Always hold the clutch while braking? - Motorcycle Forum
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post #1 of 5 (permalink) Old 06-10-2008, 11:03 AM Thread Starter
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Always hold the clutch while braking?

When coming up to a stop sign lets say in third gear, do you hold the clutch in the entire time you are braking and downshifting, or do you release the clutch between downshifts?

Also, if someone could generally outline the times when it is appropriate to be on the clutch, I would appreciate it.

Thanks
Dave
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post #2 of 5 (permalink) Old 06-10-2008, 11:09 AM
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Well this is taken from my experience driving a manual for the past 10 years. Think of it this way, its always easier to replace the brakes instead of having to replace the tranny or clutch. (when it comes to downshifting)

as far as your question is concerned, lets say you are in 3rd gear and you see a stop sign approaching from a ways off. According to the manual (pa) you should downshift to reduce your speed, so clutch in, brake, shift to 2nd, let clutch out. (you want to be in or around the speed of 2nd otherwise you are going to lurch forward - if you're going to fast) rinse and repeat for 1st, by that time you should be in front of the stop sign.

but don't quote me, like I said this is all from car experience - NOT motorcycle (im going for my permit today)
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post #3 of 5 (permalink) Old 06-10-2008, 01:57 PM
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In my car I tap the gas/throttle to match revs when down shifting to reduce the strain on the drivetrain. Do you want to do the same on a bike?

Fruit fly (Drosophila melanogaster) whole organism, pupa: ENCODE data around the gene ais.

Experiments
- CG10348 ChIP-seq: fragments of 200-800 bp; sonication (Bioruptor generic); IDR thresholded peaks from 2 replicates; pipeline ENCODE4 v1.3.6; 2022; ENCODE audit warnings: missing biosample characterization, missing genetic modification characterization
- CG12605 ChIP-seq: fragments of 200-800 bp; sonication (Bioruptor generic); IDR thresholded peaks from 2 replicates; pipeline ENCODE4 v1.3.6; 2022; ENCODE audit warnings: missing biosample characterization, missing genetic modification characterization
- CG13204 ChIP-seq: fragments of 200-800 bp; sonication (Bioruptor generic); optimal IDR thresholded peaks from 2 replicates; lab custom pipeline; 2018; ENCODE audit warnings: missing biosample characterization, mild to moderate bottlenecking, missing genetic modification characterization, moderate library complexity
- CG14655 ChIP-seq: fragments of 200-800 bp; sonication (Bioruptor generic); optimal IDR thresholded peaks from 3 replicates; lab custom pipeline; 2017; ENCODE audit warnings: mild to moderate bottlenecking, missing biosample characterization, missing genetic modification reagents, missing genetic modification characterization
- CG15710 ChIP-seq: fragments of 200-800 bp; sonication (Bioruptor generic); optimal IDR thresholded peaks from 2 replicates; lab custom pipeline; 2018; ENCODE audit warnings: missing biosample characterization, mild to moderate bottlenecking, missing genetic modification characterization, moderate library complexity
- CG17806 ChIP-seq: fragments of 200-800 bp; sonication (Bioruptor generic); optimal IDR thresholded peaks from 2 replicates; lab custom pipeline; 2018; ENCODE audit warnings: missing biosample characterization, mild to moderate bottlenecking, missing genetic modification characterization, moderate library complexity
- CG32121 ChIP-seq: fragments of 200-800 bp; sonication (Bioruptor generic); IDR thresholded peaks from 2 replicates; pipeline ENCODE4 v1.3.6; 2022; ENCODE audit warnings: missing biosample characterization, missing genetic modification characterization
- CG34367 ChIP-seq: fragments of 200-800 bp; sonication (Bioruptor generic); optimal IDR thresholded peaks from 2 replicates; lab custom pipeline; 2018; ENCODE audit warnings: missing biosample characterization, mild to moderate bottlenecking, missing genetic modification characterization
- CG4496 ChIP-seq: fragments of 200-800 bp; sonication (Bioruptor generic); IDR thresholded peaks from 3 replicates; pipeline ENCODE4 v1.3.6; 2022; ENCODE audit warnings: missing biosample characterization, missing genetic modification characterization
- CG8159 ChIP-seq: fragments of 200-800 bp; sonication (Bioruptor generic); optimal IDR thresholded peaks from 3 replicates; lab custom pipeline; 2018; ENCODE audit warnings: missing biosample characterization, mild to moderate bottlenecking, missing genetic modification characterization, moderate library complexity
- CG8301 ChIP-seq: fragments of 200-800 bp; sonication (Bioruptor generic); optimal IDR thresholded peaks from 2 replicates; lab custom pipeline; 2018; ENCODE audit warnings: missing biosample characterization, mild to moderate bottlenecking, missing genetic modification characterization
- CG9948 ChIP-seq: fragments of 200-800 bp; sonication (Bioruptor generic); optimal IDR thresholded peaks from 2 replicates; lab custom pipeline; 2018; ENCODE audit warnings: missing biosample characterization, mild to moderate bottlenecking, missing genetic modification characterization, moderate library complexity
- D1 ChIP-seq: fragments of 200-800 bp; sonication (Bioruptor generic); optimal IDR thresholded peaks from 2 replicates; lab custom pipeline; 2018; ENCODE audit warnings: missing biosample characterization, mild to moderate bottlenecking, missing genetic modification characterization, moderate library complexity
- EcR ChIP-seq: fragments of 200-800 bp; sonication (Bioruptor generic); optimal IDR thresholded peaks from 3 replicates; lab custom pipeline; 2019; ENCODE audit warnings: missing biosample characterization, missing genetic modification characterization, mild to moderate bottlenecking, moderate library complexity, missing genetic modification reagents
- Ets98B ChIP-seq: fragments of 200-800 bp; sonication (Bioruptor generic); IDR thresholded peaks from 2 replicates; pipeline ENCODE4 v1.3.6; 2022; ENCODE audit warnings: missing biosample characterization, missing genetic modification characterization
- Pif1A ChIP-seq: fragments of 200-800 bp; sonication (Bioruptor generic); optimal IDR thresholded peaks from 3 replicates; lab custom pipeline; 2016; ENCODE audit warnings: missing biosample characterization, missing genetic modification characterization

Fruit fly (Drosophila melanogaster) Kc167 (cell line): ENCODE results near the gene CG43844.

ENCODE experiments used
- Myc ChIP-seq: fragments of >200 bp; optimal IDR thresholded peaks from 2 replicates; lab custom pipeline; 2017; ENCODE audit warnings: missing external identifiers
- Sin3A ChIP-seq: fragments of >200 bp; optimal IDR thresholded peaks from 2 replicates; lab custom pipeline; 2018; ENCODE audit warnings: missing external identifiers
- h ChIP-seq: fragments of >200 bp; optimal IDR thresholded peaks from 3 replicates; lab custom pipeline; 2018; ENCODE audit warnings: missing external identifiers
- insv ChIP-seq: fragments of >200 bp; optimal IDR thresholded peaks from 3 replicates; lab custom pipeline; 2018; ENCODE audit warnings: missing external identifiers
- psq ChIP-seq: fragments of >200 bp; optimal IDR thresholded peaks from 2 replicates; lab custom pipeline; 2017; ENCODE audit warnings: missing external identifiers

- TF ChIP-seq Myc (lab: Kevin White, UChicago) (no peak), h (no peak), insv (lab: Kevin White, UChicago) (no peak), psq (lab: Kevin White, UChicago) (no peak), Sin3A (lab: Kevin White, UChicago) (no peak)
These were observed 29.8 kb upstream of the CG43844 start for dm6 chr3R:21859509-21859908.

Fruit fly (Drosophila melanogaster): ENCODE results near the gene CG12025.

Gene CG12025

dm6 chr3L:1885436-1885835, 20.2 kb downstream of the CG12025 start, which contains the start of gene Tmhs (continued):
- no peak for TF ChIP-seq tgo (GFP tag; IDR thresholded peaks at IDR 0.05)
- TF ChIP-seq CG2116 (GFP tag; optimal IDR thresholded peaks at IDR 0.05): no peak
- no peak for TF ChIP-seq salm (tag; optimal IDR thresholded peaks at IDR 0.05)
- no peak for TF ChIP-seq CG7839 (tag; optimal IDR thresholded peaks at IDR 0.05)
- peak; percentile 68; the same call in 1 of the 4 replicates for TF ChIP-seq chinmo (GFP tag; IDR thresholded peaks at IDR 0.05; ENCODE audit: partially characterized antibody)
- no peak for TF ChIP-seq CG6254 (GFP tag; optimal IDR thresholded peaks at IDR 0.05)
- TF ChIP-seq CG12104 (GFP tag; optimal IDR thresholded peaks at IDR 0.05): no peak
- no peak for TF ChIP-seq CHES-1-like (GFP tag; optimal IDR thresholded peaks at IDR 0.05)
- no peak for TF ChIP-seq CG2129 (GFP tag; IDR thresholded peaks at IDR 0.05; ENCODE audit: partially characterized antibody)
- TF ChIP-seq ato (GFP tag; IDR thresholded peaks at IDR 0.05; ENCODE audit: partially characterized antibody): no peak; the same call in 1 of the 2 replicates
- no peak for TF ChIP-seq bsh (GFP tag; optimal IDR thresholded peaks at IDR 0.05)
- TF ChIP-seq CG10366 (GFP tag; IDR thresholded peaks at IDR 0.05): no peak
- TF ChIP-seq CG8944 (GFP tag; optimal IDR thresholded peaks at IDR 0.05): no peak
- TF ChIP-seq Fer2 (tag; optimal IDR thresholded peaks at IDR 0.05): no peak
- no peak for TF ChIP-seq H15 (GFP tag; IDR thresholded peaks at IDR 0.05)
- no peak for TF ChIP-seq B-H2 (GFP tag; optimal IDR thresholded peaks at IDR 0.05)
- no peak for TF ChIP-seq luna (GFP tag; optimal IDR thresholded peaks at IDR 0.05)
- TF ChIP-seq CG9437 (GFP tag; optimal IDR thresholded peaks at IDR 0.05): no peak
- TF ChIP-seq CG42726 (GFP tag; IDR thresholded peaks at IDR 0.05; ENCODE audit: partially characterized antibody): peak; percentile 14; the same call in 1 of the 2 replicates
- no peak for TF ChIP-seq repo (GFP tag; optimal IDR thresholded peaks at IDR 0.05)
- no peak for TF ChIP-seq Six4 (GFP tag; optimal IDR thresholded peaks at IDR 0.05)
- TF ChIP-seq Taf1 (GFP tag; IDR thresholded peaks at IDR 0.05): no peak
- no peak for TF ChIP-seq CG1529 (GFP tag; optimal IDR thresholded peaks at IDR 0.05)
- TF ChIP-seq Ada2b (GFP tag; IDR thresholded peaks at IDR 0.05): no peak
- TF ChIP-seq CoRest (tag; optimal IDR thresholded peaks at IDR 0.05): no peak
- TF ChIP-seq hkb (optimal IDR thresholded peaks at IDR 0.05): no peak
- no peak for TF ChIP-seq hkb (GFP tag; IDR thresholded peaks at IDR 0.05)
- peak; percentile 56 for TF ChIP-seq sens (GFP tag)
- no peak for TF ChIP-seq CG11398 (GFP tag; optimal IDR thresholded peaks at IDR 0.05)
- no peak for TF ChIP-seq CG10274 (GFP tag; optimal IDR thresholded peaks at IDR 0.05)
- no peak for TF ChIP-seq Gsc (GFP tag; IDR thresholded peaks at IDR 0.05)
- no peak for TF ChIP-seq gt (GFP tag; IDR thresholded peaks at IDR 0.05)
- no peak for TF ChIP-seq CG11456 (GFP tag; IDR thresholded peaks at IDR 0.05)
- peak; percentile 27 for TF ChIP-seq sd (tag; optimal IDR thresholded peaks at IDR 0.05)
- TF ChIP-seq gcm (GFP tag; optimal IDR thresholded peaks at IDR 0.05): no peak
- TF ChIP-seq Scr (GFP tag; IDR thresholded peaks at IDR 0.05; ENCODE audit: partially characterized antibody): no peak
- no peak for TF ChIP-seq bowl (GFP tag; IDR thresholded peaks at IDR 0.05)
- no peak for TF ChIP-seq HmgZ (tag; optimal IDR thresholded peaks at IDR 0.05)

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post #4 of 5 (permalink) Old 06-10-2008, 03:05 PM
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I've been riding maybe 20 years. Here's what I do.

When coming to a stop, I use both brakes as necessary, and I leave the bike in gear until the revs drop quite low, about 2x idle speed, then pull the clutch and hold it in while I shift down to first.

You certainly don't want to let the clutch out after every downshift since it will just wear out the clutch faster, make more work for you, and accomplish no useful purpose.

In general you don't want to disengage the clutch and start downshifting until necessary. There are several reasons for this. One is that you can take faster evasive action if you need to get on the throttle. Another is that it's easier on the gearcase if you click down through the gears at lower road speeds. Another is that your left hand will get tired.
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post #5 of 5 (permalink) Old 06-10-2008, 08:08 PM Thread Starter
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Thanks for the tips guys. My bike doesn't have a tach, so I'll have to learn to listen and feel to know when it's time to shift.
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